# [Haskell-cafe] Lazy Lists and IO

Ronald Guida ronguida at mindspring.com
Wed Jul 11 00:58:34 EDT 2007

```Hi Everyone,

A few weeks ago, I started learning Haskell (and functional
programming) on my own from the wealth if information on the internet.
I recently read the paper "Why Functional Programming Matters" [1] and
it led me to wonder how to input a lazy list.

Suppose I have a function "f" that reads a lazy list, such that "f"
only consumes as much of the list as it needs to.  Laziness allows me
to apply "f" to an infinite list without creating an infinite loop.

Now I want to connect the console to "f", such that the list of inputs
to "f" comes from the console, one item at a time.

To create a specific example, lets suppose I want to read and
accumulate the contents of a list, and I want to stop when the sum
reaches or exceeds a specified cutoff.

I can write this as a function that reads elements from an infinite list:

> accumUntilCutoff :: Integer -> [Integer] -> (Integer, [Integer])
> accumUntilCutoff cutoff xs = accumHelper cutoff 0 id xs
>     where
>       accumHelper :: {- cutoff          -} Integer ->
>                      {- sum so far      -} Integer ->
>                      {- elements so far -} ([Integer] -> [Integer]) ->
>                      {- remaining list  -} [Integer] ->
>                      {- outputs         -} (Integer, [Integer])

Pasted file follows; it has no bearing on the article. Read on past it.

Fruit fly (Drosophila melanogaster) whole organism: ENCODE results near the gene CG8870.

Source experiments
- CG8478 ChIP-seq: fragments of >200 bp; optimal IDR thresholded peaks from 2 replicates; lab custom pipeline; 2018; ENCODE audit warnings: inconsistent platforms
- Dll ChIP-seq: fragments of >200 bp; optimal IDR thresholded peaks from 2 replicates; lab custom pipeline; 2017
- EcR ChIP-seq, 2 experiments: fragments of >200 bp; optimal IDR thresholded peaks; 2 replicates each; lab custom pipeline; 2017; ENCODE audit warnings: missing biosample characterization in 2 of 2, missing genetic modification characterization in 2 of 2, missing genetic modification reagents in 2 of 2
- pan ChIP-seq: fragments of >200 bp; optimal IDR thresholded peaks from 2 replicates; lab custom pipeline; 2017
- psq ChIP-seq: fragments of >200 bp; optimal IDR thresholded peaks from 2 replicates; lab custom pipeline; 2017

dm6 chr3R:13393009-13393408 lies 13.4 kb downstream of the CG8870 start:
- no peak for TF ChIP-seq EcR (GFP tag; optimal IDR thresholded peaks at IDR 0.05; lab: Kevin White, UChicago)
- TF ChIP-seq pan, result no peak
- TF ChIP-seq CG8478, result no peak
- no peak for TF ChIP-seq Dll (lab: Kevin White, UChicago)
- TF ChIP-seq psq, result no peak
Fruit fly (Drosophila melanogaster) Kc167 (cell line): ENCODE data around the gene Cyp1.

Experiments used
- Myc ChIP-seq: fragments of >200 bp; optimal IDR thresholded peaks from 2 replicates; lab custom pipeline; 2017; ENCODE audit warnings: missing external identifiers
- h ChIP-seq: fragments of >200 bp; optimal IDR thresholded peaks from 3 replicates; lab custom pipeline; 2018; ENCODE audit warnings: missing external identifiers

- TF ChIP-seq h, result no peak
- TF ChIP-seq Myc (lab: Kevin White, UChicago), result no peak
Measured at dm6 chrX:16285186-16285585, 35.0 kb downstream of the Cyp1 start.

>       accumHelper cutoff sum elems [] = (sum, elems [])
>       accumHelper cutoff sum elems (x:xs) =
>           if sum < cutoff
>             then accumHelper cutoff (sum + x) (elems . (x:)) xs
>             else (sum, elems [])

Example:
GHCi> accumUntilCutoff 20 [1..]
==> (21,[1,2,3,4,5,6])
GHCi> accumUntilCutoff 20 ([1..6] ++ repeat undefined)
==> (21,[1,2,3,4,5,6])
[This demonstrates that accumUntilCutoff is lazy)

Alternatively, I can write a function that (1) prompts the user to
enter numbers until the running sum reaches the cutoff, and then (2)
returns the results in the IO monad.

> readUntilCutoff :: Integer -> IO (Integer, [Integer])
>     where
>       readHelper :: {- cutoff          -} Integer ->
>                     {- sum so far      -} Integer ->
>                     {- elements so far -} ([Integer] -> [Integer]) ->
>                     {- outputs         -} IO (Integer, [Integer])
>       readHelper cutoff sum elems = do
>         if sum < cutoff
>           then do
>             putStr "Enter an integer: "
>             ln <- getLine
>             let x = read ln
>             readHelper cutoff (sum + x) (elems . (x:))
>           else return \$ (sum, elems [])

Example:
Enter an integer: 1
Enter an integer: 2
Enter an integer: 3
Enter an integer: 4
Enter an integer: 5
Enter an integer: 6
==> (21,[1,2,3,4,5,6])

Here's my puzzle:

I am dis-satisfied with the fact that I have to embed IO code in the
middle of accumulation code.  Is there some way to separate
"readUntilCutoff" into two parts (e.g. functions), such that one part
would look extremely similar to "accumUntilCutoff", while the other
part would handle the user interaction associated with getting the
next number?

Thank you
-- Ron

Reference:
[1] http://www.cs.chalmers.se/~rjmh/Papers/whyfp.html

```